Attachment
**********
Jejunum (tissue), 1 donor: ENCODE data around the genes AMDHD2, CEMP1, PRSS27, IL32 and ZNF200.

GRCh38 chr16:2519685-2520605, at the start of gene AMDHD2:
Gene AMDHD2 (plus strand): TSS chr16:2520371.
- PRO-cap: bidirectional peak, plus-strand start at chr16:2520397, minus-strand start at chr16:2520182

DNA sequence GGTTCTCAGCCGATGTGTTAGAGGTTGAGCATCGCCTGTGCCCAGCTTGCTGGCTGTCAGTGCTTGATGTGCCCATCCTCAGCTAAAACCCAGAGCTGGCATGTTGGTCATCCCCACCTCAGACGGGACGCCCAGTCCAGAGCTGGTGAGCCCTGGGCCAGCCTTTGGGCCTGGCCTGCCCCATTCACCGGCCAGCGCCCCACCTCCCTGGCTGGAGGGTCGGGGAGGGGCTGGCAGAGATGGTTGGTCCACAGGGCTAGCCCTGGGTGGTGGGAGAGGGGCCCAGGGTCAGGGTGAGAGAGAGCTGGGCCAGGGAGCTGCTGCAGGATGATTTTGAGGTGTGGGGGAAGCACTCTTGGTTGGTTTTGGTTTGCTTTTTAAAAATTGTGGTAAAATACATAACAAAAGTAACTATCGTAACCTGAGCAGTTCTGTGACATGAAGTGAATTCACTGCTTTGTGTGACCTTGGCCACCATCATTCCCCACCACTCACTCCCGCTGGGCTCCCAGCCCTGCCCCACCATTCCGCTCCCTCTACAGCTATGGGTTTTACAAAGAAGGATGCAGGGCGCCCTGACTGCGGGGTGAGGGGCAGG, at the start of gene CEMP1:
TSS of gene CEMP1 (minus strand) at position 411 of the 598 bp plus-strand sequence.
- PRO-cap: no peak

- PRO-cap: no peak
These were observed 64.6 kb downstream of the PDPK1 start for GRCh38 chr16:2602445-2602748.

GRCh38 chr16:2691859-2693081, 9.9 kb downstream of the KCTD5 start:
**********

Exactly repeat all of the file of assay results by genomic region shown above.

Jejunum (tissue), 1 donor: ENCODE data around the genes AMDHD2, CEMP1, PRSS27, IL32 and ZNF200.

GRCh38 chr16:2519685-2520605, at the start of gene AMDHD2:
Gene AMDHD2 (plus strand): TSS chr16:2520371.
- PRO-cap: bidirectional peak, plus-strand start at chr16:2520397, minus-strand start at chr16:2520182

DNA sequence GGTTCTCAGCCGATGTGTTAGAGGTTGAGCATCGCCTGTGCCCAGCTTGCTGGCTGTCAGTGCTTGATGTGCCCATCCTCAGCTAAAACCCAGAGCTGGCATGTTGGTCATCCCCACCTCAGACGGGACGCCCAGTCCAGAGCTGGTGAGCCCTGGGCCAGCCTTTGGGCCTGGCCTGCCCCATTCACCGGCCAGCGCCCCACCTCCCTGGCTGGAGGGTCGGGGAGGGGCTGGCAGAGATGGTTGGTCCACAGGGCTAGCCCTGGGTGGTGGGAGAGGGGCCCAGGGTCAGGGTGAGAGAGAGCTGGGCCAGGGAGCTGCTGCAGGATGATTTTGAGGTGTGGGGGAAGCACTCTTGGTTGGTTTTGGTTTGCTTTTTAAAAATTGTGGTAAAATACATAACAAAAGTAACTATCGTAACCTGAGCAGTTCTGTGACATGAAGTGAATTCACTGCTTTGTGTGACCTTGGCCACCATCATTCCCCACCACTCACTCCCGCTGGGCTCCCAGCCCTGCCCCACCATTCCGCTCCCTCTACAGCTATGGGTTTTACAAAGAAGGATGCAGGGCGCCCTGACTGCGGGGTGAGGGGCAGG, at the start of gene CEMP1:
TSS of gene CEMP1 (minus strand) at position 411 of the 598 bp plus-strand sequence.
- PRO-cap: no peak

- PRO-cap: no peak
These were observed 64.6 kb downstream of the PDPK1 start for GRCh38 chr16:2602445-2602748.

GRCh38 chr16:2691859-2693081, 9.9 kb downstream of the KCTD5 start: